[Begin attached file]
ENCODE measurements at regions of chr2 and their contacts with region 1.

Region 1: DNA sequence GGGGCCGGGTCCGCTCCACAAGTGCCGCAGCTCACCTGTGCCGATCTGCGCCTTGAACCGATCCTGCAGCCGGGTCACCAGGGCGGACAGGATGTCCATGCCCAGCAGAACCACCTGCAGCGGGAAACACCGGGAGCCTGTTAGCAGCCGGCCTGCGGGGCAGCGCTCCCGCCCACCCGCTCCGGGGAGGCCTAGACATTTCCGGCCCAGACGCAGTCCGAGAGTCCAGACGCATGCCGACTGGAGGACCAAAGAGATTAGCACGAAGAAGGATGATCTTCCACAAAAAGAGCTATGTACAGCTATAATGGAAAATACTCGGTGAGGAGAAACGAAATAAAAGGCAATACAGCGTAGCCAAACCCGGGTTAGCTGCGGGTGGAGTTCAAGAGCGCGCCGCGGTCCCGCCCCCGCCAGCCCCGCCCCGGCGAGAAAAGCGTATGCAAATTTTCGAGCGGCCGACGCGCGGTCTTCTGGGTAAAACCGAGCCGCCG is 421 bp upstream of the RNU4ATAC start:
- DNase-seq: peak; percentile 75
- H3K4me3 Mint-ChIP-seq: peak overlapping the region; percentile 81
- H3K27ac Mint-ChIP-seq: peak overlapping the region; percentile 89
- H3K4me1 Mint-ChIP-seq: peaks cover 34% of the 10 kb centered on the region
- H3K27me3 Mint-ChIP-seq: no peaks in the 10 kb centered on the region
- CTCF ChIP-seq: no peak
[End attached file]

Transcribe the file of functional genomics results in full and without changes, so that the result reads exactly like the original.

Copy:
ENCODE measurements at regions of chr2 and their contacts with region 1.

Region 1: DNA sequence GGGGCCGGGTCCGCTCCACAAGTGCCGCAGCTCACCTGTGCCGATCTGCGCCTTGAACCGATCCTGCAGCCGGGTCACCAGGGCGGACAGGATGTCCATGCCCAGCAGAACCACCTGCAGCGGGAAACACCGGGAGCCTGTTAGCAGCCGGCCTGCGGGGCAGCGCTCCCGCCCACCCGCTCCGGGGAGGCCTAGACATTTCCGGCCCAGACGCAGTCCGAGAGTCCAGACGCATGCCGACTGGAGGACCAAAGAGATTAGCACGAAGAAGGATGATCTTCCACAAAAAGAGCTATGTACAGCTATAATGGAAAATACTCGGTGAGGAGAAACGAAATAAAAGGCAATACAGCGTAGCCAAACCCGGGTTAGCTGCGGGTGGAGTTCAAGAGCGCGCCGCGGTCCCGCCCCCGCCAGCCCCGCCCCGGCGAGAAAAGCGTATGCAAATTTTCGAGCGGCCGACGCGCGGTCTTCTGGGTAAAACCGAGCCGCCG is 421 bp upstream of the RNU4ATAC start:
- DNase-seq: peak; percentile 75
- H3K4me3 Mint-ChIP-seq: peak overlapping the region; percentile 81
- H3K27ac Mint-ChIP-seq: peak overlapping the region; percentile 89
- H3K4me1 Mint-ChIP-seq: peaks cover 34% of the 10 kb centered on the region
- H3K27me3 Mint-ChIP-seq: no peaks in the 10 kb centered on the region
- CTCF ChIP-seq: no peak